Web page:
You can learn a lot talking with lawyers
You can learn a lot talking with lawyers. You can learn a lot about politics talking with candidates who are running for office. You can learn a lot about our legal system by talking with candidates running to be judges on the Thurston County Superior Court bench.
I had the opportunity recently to talk with six of the seven candidates seeking election as judge.
All of them are lawyers of course. You have to be a lawyer in this state to be a judge.
Some of them I liked right away. Some of them I wouldn’t let babysit my grandkids.
I learned that the Thurston County Bar Association doesn’t represent all of the lawyers in Thurston County. It only represents those who are members and that’s not all the lawyers in Thurston County.
Some 250 lawyers in Thurston County work for state government as assistant attorney generals, and most of them are not members of the Thurston County Bar Association.
And, of the seven candidates running for superior court this year, four of them are assistant attorney generals and are not necessarily members of the Thurston County Bar Association.
So, when the bar polled its members on their opinion on who should be on the superior court bench, none of the four assistant attorney generals made the list, because most of them are not members.
Consequently, the four assistant attorney generals running for judge put little stock in the closed voting process of the Thurston County Bar Association.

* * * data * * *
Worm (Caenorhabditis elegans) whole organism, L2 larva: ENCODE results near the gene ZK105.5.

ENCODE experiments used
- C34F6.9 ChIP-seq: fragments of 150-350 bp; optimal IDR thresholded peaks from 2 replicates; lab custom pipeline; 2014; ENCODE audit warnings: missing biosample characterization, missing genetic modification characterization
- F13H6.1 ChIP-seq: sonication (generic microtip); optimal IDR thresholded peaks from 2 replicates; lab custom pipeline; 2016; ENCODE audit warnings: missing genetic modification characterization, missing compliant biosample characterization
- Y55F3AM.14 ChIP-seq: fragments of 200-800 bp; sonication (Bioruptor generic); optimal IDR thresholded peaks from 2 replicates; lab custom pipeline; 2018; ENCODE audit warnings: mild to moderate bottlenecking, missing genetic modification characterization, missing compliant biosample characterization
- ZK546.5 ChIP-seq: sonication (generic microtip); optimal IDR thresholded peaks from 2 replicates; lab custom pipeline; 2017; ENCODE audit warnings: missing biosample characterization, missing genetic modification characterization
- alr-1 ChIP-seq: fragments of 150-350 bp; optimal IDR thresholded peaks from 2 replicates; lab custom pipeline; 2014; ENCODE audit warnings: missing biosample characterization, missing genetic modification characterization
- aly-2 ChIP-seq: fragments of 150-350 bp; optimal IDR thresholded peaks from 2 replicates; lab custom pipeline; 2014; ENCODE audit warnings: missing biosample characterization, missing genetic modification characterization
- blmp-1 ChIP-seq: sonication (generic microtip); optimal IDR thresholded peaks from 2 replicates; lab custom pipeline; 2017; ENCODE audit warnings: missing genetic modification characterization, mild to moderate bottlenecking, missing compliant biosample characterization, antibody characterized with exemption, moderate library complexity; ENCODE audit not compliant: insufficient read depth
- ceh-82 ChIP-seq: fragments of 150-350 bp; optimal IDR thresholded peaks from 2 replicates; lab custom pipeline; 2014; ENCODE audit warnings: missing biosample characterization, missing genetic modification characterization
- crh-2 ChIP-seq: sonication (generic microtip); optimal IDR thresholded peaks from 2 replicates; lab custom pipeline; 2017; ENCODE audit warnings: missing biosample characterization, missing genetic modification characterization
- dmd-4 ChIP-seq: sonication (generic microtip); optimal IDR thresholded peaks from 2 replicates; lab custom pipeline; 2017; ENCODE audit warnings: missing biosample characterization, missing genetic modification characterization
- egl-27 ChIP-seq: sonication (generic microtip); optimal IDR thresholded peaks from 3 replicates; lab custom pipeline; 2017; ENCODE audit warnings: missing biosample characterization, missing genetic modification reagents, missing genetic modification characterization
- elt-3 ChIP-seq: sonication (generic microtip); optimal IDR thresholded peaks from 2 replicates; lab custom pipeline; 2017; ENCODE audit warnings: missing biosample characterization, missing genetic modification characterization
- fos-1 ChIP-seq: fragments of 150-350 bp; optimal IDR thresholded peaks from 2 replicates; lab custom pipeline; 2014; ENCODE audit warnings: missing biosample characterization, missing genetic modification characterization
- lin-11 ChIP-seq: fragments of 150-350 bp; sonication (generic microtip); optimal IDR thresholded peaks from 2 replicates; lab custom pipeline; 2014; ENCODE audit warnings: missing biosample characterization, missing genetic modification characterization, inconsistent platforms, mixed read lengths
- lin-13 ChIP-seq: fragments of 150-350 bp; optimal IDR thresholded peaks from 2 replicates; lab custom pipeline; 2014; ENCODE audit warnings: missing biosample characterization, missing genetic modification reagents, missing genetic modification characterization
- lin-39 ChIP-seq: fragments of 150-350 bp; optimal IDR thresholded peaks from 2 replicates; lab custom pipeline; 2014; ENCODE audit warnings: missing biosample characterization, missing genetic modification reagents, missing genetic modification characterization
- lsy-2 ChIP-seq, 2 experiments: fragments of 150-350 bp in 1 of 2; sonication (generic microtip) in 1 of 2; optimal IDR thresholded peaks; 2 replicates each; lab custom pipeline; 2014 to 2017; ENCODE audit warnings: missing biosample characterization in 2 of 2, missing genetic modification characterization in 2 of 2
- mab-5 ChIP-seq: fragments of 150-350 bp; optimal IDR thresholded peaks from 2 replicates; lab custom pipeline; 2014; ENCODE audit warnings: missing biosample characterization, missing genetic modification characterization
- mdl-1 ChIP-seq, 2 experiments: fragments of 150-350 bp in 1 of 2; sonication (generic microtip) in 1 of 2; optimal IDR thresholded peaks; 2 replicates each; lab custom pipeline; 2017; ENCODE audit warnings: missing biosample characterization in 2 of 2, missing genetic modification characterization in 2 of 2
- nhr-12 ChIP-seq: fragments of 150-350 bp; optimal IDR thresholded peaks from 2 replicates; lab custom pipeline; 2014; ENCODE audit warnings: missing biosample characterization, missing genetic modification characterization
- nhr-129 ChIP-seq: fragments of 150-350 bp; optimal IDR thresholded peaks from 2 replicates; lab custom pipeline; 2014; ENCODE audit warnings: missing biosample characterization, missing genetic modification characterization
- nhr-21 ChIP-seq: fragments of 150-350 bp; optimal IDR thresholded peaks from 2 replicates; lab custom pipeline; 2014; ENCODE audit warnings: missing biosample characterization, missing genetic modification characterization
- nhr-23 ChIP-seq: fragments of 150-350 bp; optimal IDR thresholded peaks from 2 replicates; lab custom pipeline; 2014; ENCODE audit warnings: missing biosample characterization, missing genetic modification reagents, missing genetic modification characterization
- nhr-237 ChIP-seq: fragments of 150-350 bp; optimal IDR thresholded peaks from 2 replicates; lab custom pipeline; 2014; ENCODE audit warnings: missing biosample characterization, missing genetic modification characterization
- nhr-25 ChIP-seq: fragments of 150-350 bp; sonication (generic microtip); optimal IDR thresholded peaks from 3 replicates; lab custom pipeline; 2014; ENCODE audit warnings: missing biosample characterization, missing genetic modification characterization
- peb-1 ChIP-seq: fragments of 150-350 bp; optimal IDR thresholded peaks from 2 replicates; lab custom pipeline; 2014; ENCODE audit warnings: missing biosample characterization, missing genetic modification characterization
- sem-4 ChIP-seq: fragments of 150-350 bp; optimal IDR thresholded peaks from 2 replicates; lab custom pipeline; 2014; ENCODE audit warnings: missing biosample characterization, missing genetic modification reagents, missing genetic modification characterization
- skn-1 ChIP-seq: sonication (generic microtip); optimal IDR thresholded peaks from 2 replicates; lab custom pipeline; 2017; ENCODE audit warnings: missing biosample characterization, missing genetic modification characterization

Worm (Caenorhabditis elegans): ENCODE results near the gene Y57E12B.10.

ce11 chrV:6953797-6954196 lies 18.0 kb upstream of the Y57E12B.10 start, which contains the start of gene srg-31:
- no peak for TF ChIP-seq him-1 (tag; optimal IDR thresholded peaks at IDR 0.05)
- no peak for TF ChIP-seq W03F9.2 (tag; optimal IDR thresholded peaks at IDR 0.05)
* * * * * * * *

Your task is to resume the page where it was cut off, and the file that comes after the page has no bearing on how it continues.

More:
Most of our superior court judges are not originally elected to the seats. According to retired Chief Justice of the Washington State Supreme Court Gerry Alexander, nearly half of all judges are appointed to their seats by the governor of the state.
When a seat becomes vacant the governor appoints someone to fill the vacancy. She or he, has to run for re-election to the seat, but has a leg, or two, up on her competition.
So – - here’s what I learned about lawyers and the court. The bar association poll is a closed voting bloc, which tends to favor its own members. It doesn’t represent hundreds of local lawyers.
And, more that half of our judges were first appointed to their seats.
The come away – - don’t put much stock in the bar association poll, and don’t let incumbency be a reason to vote for someone.